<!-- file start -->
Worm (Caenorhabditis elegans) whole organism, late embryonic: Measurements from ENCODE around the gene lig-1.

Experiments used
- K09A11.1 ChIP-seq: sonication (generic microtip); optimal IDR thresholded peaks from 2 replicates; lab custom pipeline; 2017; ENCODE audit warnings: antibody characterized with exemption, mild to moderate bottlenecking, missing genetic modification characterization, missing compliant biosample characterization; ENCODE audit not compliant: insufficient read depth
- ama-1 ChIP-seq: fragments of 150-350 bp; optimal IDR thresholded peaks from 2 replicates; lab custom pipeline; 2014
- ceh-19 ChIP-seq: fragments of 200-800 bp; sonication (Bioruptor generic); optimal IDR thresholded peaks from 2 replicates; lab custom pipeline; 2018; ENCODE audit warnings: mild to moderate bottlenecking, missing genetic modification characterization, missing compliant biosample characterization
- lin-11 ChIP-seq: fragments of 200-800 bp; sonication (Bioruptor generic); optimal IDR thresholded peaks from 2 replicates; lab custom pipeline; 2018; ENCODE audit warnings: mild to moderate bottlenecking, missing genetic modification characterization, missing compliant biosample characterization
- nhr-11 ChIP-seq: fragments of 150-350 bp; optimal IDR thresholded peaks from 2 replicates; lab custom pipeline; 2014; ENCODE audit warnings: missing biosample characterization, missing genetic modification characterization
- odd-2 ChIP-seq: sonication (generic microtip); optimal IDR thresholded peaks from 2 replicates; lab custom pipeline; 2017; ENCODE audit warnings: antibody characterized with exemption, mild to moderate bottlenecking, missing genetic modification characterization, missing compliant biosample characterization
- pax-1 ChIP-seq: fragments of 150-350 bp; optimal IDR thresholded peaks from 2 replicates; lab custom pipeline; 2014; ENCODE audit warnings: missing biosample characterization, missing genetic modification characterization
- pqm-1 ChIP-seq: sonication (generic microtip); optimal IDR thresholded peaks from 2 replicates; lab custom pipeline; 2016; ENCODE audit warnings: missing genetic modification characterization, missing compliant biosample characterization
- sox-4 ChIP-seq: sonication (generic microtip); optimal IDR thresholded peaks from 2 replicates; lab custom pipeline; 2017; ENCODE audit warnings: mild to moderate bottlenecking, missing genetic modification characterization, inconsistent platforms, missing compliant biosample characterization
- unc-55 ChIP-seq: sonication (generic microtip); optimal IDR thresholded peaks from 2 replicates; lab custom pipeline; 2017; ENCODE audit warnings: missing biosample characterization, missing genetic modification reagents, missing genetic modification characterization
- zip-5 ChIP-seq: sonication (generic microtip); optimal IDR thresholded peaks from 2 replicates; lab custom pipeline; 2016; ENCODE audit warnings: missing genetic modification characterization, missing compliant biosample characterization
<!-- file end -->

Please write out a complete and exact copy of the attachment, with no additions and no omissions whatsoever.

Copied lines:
Worm (Caenorhabditis elegans) whole organism, late embryonic: Measurements from ENCODE around the gene lig-1.

Experiments used
- K09A11.1 ChIP-seq: sonication (generic microtip); optimal IDR thresholded peaks from 2 replicates; lab custom pipeline; 2017; ENCODE audit warnings: antibody characterized with exemption, mild to moderate bottlenecking, missing genetic modification characterization, missing compliant biosample characterization; ENCODE audit not compliant: insufficient read depth
- ama-1 ChIP-seq: fragments of 150-350 bp; optimal IDR thresholded peaks from 2 replicates; lab custom pipeline; 2014
- ceh-19 ChIP-seq: fragments of 200-800 bp; sonication (Bioruptor generic); optimal IDR thresholded peaks from 2 replicates; lab custom pipeline; 2018; ENCODE audit warnings: mild to moderate bottlenecking, missing genetic modification characterization, missing compliant biosample characterization
- lin-11 ChIP-seq: fragments of 200-800 bp; sonication (Bioruptor generic); optimal IDR thresholded peaks from 2 replicates; lab custom pipeline; 2018; ENCODE audit warnings: mild to moderate bottlenecking, missing genetic modification characterization, missing compliant biosample characterization
- nhr-11 ChIP-seq: fragments of 150-350 bp; optimal IDR thresholded peaks from 2 replicates; lab custom pipeline; 2014; ENCODE audit warnings: missing biosample characterization, missing genetic modification characterization
- odd-2 ChIP-seq: sonication (generic microtip); optimal IDR thresholded peaks from 2 replicates; lab custom pipeline; 2017; ENCODE audit warnings: antibody characterized with exemption, mild to moderate bottlenecking, missing genetic modification characterization, missing compliant biosample characterization
- pax-1 ChIP-seq: fragments of 150-350 bp; optimal IDR thresholded peaks from 2 replicates; lab custom pipeline; 2014; ENCODE audit warnings: missing biosample characterization, missing genetic modification characterization
- pqm-1 ChIP-seq: sonication (generic microtip); optimal IDR thresholded peaks from 2 replicates; lab custom pipeline; 2016; ENCODE audit warnings: missing genetic modification characterization, missing compliant biosample characterization
- sox-4 ChIP-seq: sonication (generic microtip); optimal IDR thresholded peaks from 2 replicates; lab custom pipeline; 2017; ENCODE audit warnings: mild to moderate bottlenecking, missing genetic modification characterization, inconsistent platforms, missing compliant biosample characterization
- unc-55 ChIP-seq: sonication (generic microtip); optimal IDR thresholded peaks from 2 replicates; lab custom pipeline; 2017; ENCODE audit warnings: missing biosample characterization, missing genetic modification reagents, missing genetic modification characterization
- zip-5 ChIP-seq: sonication (generic microtip); optimal IDR thresholded peaks from 2 replicates; lab custom pipeline; 2016; ENCODE audit warnings: missing genetic modification characterization, missing compliant biosample characterization